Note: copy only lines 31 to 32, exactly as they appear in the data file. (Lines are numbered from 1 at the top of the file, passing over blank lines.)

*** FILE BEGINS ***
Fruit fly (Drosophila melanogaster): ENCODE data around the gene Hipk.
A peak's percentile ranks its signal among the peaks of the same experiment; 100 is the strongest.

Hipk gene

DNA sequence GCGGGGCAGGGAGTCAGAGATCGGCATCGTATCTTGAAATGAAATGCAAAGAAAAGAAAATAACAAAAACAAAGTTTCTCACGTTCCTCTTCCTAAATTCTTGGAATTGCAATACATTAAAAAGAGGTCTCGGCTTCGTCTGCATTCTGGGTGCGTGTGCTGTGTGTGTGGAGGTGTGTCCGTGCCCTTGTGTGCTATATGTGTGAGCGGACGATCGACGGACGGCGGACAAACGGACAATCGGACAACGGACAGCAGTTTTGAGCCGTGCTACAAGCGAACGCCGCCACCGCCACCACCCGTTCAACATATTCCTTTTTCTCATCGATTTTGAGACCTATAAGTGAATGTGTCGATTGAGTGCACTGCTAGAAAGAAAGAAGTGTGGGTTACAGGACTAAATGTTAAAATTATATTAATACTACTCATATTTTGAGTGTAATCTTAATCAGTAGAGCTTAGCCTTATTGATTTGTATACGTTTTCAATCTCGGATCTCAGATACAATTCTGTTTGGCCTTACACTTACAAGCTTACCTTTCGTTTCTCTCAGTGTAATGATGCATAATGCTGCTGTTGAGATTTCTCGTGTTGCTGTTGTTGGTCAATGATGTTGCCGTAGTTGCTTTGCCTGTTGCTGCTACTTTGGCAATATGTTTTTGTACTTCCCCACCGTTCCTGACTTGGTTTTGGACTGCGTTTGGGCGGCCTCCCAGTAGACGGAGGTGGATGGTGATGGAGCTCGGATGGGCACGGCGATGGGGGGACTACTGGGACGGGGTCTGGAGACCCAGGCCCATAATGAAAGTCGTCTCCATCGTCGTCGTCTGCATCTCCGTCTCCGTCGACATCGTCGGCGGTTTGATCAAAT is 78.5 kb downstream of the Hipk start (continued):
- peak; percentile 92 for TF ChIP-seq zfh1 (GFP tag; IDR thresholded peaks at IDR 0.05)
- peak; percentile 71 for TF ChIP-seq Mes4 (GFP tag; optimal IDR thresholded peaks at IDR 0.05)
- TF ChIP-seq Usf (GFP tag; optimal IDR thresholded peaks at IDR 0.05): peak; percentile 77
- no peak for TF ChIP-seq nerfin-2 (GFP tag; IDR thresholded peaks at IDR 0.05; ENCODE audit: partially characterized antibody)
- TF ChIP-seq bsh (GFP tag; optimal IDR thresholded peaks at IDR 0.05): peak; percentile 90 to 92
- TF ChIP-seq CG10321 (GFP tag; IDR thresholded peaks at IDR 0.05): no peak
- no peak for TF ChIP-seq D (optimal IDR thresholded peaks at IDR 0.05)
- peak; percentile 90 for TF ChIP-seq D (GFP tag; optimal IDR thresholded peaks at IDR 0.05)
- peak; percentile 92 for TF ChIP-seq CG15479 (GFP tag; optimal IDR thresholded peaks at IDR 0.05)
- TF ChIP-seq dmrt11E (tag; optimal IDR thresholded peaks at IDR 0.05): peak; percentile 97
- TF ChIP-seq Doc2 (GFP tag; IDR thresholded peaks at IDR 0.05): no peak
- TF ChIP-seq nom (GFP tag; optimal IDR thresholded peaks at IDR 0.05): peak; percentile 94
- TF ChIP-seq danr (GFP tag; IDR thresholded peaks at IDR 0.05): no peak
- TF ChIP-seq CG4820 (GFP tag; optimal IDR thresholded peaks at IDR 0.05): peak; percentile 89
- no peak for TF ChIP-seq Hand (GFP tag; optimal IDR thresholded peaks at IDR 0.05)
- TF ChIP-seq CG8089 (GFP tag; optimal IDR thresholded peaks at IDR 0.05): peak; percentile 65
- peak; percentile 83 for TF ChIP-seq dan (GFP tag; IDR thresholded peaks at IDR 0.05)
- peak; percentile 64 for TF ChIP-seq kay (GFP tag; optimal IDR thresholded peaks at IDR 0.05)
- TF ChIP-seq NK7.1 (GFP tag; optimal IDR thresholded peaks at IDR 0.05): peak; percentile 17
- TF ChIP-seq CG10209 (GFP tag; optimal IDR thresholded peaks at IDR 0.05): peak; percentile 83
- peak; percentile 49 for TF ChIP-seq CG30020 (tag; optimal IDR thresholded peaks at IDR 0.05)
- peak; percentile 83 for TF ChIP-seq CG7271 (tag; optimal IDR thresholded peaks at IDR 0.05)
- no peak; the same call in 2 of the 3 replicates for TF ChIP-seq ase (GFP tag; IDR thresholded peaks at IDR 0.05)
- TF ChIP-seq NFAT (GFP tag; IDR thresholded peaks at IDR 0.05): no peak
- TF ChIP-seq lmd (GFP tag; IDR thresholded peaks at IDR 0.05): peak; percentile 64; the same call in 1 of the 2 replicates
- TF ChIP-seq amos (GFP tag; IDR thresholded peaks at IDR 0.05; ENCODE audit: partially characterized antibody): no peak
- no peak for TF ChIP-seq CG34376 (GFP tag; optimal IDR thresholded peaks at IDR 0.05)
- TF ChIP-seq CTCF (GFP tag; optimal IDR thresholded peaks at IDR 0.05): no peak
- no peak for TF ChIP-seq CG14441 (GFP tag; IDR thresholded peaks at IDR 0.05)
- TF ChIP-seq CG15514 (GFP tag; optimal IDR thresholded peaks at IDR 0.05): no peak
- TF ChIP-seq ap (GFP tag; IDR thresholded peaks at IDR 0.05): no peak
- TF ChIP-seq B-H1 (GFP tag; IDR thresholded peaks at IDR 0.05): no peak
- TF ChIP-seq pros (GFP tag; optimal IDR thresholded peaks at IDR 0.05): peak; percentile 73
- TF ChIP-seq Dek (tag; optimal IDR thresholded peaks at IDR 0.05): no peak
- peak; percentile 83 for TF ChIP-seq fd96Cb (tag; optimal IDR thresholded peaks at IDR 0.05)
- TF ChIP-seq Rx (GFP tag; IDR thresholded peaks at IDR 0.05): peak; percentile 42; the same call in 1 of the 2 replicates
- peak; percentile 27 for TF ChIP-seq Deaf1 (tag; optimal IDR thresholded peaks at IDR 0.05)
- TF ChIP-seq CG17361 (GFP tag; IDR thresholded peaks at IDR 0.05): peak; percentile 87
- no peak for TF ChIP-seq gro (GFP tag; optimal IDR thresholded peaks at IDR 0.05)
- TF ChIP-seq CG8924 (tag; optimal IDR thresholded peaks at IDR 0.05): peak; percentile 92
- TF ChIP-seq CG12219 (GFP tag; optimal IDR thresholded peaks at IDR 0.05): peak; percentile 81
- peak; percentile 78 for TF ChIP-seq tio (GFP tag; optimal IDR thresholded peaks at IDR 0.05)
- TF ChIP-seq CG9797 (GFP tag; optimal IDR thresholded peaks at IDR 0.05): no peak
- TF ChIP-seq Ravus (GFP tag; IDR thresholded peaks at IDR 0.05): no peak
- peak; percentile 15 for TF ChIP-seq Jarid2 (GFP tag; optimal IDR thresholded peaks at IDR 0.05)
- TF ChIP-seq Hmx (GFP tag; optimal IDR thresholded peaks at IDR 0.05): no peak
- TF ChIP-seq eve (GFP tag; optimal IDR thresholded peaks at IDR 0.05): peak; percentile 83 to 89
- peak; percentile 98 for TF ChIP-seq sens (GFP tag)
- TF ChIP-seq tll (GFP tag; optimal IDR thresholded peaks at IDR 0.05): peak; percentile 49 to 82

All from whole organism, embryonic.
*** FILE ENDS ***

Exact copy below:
- no peak for TF ChIP-seq CG34376 (GFP tag; optimal IDR thresholded peaks at IDR 0.05)
- TF ChIP-seq CTCF (GFP tag; optimal IDR thresholded peaks at IDR 0.05): no peak